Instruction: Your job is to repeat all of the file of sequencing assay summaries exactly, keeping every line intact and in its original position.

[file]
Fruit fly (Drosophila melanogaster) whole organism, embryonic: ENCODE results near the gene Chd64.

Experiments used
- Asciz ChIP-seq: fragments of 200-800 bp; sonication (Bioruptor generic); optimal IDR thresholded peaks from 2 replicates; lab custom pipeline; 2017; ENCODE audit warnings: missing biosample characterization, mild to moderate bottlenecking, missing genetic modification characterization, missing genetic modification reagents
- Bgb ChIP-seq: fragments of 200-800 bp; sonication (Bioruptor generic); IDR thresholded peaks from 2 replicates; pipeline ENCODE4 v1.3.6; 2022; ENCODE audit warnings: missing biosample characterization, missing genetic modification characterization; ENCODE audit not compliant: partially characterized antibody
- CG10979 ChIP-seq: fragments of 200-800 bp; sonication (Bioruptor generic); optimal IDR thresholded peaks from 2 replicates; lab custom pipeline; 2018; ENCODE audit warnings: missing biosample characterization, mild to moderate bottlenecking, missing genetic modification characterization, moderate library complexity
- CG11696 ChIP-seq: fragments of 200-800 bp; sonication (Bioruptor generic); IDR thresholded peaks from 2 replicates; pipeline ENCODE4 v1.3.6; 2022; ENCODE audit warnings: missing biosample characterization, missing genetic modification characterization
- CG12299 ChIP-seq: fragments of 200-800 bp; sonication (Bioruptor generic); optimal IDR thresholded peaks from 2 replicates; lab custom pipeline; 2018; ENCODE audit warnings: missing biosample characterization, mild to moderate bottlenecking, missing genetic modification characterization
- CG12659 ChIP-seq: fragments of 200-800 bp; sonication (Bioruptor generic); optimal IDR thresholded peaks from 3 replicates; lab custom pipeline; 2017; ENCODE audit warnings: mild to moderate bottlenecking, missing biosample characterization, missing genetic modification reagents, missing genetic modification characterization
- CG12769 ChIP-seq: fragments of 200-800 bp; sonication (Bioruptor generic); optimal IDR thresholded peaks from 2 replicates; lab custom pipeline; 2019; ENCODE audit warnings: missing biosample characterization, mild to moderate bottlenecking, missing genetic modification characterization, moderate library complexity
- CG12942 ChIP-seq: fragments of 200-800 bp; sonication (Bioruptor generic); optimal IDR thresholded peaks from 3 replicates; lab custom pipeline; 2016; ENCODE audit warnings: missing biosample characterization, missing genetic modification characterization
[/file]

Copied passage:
Fruit fly (Drosophila melanogaster) whole organism, embryonic: ENCODE results near the gene Chd64.

Experiments used
- Asciz ChIP-seq: fragments of 200-800 bp; sonication (Bioruptor generic); optimal IDR thresholded peaks from 2 replicates; lab custom pipeline; 2017; ENCODE audit warnings: missing biosample characterization, mild to moderate bottlenecking, missing genetic modification characterization, missing genetic modification reagents
- Bgb ChIP-seq: fragments of 200-800 bp; sonication (Bioruptor generic); IDR thresholded peaks from 2 replicates; pipeline ENCODE4 v1.3.6; 2022; ENCODE audit warnings: missing biosample characterization, missing genetic modification characterization; ENCODE audit not compliant: partially characterized antibody
- CG10979 ChIP-seq: fragments of 200-800 bp; sonication (Bioruptor generic); optimal IDR thresholded peaks from 2 replicates; lab custom pipeline; 2018; ENCODE audit warnings: missing biosample characterization, mild to moderate bottlenecking, missing genetic modification characterization, moderate library complexity
- CG11696 ChIP-seq: fragments of 200-800 bp; sonication (Bioruptor generic); IDR thresholded peaks from 2 replicates; pipeline ENCODE4 v1.3.6; 2022; ENCODE audit warnings: missing biosample characterization, missing genetic modification characterization
- CG12299 ChIP-seq: fragments of 200-800 bp; sonication (Bioruptor generic); optimal IDR thresholded peaks from 2 replicates; lab custom pipeline; 2018; ENCODE audit warnings: missing biosample characterization, mild to moderate bottlenecking, missing genetic modification characterization
- CG12659 ChIP-seq: fragments of 200-800 bp; sonication (Bioruptor generic); optimal IDR thresholded peaks from 3 replicates; lab custom pipeline; 2017; ENCODE audit warnings: mild to moderate bottlenecking, missing biosample characterization, missing genetic modification reagents, missing genetic modification characterization
- CG12769 ChIP-seq: fragments of 200-800 bp; sonication (Bioruptor generic); optimal IDR thresholded peaks from 2 replicates; lab custom pipeline; 2019; ENCODE audit warnings: missing biosample characterization, mild to moderate bottlenecking, missing genetic modification characterization, moderate library complexity
- CG12942 ChIP-seq: fragments of 200-800 bp; sonication (Bioruptor generic); optimal IDR thresholded peaks from 3 replicates; lab custom pipeline; 2016; ENCODE audit warnings: missing biosample characterization, missing genetic modification characterization